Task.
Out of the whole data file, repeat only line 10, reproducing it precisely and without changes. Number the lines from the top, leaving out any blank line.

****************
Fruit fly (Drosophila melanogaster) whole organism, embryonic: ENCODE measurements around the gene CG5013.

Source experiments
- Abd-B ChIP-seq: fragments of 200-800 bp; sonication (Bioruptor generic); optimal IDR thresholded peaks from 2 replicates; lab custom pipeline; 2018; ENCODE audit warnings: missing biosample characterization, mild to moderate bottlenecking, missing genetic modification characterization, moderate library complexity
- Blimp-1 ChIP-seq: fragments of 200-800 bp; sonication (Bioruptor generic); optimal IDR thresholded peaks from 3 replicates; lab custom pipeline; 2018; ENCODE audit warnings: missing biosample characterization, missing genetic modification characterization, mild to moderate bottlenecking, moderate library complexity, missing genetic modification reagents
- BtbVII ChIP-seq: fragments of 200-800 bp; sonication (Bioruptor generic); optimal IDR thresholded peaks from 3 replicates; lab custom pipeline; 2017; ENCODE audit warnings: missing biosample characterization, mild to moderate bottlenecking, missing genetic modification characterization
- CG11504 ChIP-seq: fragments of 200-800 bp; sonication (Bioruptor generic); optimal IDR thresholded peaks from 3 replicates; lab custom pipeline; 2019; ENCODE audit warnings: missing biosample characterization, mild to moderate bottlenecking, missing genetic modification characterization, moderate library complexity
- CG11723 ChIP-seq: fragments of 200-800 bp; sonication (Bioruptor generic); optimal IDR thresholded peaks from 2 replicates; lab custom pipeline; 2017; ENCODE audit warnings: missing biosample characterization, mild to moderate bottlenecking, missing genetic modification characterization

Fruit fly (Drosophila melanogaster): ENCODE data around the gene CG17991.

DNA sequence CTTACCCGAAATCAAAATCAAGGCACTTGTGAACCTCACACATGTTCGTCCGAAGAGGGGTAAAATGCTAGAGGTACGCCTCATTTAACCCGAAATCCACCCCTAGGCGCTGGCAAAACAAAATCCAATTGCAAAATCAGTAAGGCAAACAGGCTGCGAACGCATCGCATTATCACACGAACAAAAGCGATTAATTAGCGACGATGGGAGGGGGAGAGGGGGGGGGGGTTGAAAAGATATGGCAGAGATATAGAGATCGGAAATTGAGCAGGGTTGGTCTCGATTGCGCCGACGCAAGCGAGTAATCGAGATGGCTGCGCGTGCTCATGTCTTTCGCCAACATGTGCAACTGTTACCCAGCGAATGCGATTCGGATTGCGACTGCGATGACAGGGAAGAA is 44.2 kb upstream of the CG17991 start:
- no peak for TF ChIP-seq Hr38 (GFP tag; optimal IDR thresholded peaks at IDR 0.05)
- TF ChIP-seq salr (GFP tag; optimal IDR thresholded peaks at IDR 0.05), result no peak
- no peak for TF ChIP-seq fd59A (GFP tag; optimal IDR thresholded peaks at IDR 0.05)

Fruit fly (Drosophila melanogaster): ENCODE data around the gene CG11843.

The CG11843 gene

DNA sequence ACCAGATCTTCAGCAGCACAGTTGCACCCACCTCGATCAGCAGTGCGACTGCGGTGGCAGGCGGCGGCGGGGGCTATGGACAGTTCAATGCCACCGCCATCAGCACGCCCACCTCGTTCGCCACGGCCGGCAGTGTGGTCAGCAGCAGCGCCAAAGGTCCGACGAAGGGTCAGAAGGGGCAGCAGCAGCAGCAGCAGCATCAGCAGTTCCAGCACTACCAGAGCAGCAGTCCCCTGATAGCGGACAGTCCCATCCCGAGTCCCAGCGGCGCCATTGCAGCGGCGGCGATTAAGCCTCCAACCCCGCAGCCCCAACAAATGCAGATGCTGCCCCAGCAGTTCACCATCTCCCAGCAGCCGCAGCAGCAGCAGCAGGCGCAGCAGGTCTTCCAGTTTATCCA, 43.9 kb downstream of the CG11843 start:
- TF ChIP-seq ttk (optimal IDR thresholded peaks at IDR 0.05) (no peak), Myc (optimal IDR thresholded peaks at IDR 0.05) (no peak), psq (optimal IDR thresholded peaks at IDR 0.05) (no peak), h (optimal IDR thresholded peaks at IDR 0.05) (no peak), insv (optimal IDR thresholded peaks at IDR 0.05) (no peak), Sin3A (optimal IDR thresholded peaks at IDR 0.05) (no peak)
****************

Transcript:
- no peak for TF ChIP-seq Hr38 (GFP tag; optimal IDR thresholded peaks at IDR 0.05)